By Dave Emanuel
Relatively few people use public transit but everyone pays for it. No public transportation system in the country is economically sustained by the fares paid by riders; all are subsidized by taxes.
That public transit must be subsidized with tax dollars is recognized by virtually all transportation professionals, but the justification for creating or expanding a transit system is economic development. In essence, “If you build it, few will come but many will spend.”
That point is well documented with the Charlotte, N.C., light rail system. A ride on the city’s 18.6-mile long LYNX Blue Line leaves no doubt that there is development along the system.
Construction of housing and commercial buildings is rampant along the newly opened 9.3-mile northern extension and new development continues on the existing southern section.
But Charlotte’s situation is unique. The first section, opened in 2007, was largely built on an abandoned freight line that ran through the heart of the city. Property acquisition and construction costs were comparatively low. The northern extension opened in March 2018 was considerably more expensive, costing $1.1 billion – $118,279,569 per mile. Funding consisted of a $580 million federal grant, $299 million from the state and $280 million from the city of Charlotte.
Economic justification for the extension was also unique. Much of the adjacent property comprised long-abandoned textile mills and older, run-down housing with little value. With the opening of the light rail line, these sites became magnets for developers looking for cheap land.
Consequently, as was the case when New York City built its subway system in the early 1900s, much of Charlotte’s light rail system is driving development.
In Atlanta, the situation is quite different. Existing development is driving transit. That translates to relative high costs for both land acquisition and construction of a rail system. At an optimistic estimate of $250 million per mile to construct heavy rail service, the proposed four-mile extension from Doraville to Norcross will cost $1 billion. A more accurate estimate is that this proposed extension will cost $1.25 billion to $1.5 billion.
There is a better, more economically sensible alternative: bus rapid transit (BRT).
Often referred to as “light rail on rubber tires,” a BRT system can be built at a fraction of the cost of the estimated $125 million per mile estimate for light rail, or the $250 million per mile estimate for heavy rail.
Another advantage of BRT is that much of the infrastructure is already in place. Rapid transit buses could begin operating tomorrow, without incurring any construction costs, in the managed (toll) lanes south of Atlanta on Interstate 75 and to the northeast on I-85.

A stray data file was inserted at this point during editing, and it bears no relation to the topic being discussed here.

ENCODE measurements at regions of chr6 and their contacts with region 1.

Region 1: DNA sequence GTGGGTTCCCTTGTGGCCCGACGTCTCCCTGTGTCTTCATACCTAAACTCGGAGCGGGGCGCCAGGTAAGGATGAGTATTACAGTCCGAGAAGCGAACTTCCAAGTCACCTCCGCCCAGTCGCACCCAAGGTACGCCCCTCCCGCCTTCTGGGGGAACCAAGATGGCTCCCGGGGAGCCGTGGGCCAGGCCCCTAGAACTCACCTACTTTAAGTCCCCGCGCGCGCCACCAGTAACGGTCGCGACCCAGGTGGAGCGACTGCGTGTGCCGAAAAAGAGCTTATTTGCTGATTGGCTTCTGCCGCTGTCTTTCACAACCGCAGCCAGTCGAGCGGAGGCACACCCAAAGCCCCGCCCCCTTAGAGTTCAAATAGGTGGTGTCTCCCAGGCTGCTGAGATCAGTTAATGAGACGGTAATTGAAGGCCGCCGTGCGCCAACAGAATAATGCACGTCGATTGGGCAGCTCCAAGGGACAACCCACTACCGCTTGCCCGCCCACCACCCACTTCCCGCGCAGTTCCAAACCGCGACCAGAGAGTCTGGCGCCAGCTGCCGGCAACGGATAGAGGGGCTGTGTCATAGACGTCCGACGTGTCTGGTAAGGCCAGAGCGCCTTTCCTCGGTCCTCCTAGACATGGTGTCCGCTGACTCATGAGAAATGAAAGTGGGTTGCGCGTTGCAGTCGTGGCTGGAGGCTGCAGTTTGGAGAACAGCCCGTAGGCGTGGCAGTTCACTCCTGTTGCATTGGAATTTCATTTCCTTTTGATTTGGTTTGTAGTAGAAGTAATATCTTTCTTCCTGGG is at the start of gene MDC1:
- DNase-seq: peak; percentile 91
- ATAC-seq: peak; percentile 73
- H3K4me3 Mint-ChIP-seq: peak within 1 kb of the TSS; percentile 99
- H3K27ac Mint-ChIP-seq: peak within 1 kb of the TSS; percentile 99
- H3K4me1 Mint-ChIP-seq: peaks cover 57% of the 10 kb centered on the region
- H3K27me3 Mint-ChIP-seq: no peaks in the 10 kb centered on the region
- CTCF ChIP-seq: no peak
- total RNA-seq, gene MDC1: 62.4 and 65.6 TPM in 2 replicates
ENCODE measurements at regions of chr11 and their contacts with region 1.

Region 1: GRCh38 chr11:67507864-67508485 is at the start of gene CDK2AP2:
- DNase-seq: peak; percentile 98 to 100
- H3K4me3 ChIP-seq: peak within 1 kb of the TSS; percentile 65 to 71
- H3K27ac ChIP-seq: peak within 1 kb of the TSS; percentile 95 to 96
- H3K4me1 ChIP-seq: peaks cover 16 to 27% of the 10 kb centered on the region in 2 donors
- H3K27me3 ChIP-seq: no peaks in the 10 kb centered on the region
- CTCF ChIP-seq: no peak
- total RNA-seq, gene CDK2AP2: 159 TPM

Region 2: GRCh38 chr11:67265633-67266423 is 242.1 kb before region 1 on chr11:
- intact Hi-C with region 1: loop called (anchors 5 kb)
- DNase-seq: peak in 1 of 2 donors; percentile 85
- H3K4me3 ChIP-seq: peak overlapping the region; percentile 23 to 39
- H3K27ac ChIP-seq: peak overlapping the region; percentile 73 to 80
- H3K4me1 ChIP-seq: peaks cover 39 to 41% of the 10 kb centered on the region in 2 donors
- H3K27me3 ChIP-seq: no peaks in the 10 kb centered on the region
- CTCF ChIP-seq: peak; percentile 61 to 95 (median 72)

With no intermediate stops, service would be extremely limited, but the point to consider is that even without them, commute times for many people working in downtown Atlanta could be reduced if they drove a few miles to a BRT terminus in Henry or Gwinnett counties and boarded a Rapid Transit Bus. While not a permanent solution, it’s a quick, flexible, low-cost start. And service could begin immediately.
BRT also proves to be the better, more economically sensible option when population density is considered. Atlanta’s population density, which is considerably higher than that of the surrounding counties, does not justify heavy rail, so it is pure folly to extend it into those lower-density counties.
On the other hand, the host of rubber-tire options that exist (BRT, bus, flex, autonomous vehicle) offer lower construction costs and lower operating costs. And where costs are lower, service can extend further and farther.
Most importantly, BRT is less of a burden on taxpayers, in the short term and in the long term.
This commentary by Dave Emanuel, a Snellville City Council member, was written for the Georgia Public Policy Foundation. The Foundation is an independent, nonprofit think tank that proposes market-oriented approaches to public policy to improve the lives of Georgians. Nothing written here is to be construed as necessarily reflecting the views of the Georgia Public Policy Foundation or as an attempt to aid or hinder the passage of any bill before the U.S. Congress or the Georgia Legislature.
© Georgia Public Policy Foundation (August 3, 2018). Permission to reprint in whole or in part is hereby granted, provided the author and his affiliations are cited.